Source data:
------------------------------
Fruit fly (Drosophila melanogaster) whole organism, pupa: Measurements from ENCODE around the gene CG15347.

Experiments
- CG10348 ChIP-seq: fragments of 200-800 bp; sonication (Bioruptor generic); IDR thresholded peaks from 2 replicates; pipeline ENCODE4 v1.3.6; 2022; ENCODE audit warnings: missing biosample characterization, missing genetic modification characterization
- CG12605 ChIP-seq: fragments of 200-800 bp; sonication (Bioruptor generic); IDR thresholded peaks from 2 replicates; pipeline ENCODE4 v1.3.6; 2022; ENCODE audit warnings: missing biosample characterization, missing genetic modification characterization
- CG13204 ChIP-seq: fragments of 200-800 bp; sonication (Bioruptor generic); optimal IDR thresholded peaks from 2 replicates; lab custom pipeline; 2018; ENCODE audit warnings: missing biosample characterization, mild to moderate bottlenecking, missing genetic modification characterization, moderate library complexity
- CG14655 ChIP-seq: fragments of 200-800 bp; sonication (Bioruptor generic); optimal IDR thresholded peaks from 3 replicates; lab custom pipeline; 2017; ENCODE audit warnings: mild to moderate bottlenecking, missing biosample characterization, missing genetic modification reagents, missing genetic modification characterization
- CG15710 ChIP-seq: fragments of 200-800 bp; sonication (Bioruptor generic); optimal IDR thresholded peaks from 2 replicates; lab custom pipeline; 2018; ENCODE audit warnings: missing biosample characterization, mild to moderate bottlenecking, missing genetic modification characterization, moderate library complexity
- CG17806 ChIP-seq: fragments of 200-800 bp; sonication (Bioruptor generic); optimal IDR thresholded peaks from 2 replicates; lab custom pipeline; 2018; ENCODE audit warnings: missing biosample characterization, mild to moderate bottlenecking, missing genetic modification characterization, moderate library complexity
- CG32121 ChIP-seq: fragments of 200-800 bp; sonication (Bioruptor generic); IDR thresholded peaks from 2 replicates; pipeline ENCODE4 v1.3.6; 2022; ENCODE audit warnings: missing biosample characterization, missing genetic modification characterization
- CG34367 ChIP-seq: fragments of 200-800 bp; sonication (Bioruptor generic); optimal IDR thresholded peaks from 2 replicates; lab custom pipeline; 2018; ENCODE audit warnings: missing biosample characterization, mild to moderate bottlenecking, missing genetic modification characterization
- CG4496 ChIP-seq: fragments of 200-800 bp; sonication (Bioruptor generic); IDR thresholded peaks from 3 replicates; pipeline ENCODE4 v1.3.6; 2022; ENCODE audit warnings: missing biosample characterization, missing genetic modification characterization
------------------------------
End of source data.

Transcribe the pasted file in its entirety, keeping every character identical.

Fruit fly (Drosophila melanogaster) whole organism, pupa: Measurements from ENCODE around the gene CG15347.

Experiments
- CG10348 ChIP-seq: fragments of 200-800 bp; sonication (Bioruptor generic); IDR thresholded peaks from 2 replicates; pipeline ENCODE4 v1.3.6; 2022; ENCODE audit warnings: missing biosample characterization, missing genetic modification characterization
- CG12605 ChIP-seq: fragments of 200-800 bp; sonication (Bioruptor generic); IDR thresholded peaks from 2 replicates; pipeline ENCODE4 v1.3.6; 2022; ENCODE audit warnings: missing biosample characterization, missing genetic modification characterization
- CG13204 ChIP-seq: fragments of 200-800 bp; sonication (Bioruptor generic); optimal IDR thresholded peaks from 2 replicates; lab custom pipeline; 2018; ENCODE audit warnings: missing biosample characterization, mild to moderate bottlenecking, missing genetic modification characterization, moderate library complexity
- CG14655 ChIP-seq: fragments of 200-800 bp; sonication (Bioruptor generic); optimal IDR thresholded peaks from 3 replicates; lab custom pipeline; 2017; ENCODE audit warnings: mild to moderate bottlenecking, missing biosample characterization, missing genetic modification reagents, missing genetic modification characterization
- CG15710 ChIP-seq: fragments of 200-800 bp; sonication (Bioruptor generic); optimal IDR thresholded peaks from 2 replicates; lab custom pipeline; 2018; ENCODE audit warnings: missing biosample characterization, mild to moderate bottlenecking, missing genetic modification characterization, moderate library complexity
- CG17806 ChIP-seq: fragments of 200-800 bp; sonication (Bioruptor generic); optimal IDR thresholded peaks from 2 replicates; lab custom pipeline; 2018; ENCODE audit warnings: missing biosample characterization, mild to moderate bottlenecking, missing genetic modification characterization, moderate library complexity
- CG32121 ChIP-seq: fragments of 200-800 bp; sonication (Bioruptor generic); IDR thresholded peaks from 2 replicates; pipeline ENCODE4 v1.3.6; 2022; ENCODE audit warnings: missing biosample characterization, missing genetic modification characterization
- CG34367 ChIP-seq: fragments of 200-800 bp; sonication (Bioruptor generic); optimal IDR thresholded peaks from 2 replicates; lab custom pipeline; 2018; ENCODE audit warnings: missing biosample characterization, mild to moderate bottlenecking, missing genetic modification characterization
- CG4496 ChIP-seq: fragments of 200-800 bp; sonication (Bioruptor generic); IDR thresholded peaks from 3 replicates; pipeline ENCODE4 v1.3.6; 2022; ENCODE audit warnings: missing biosample characterization, missing genetic modification characterization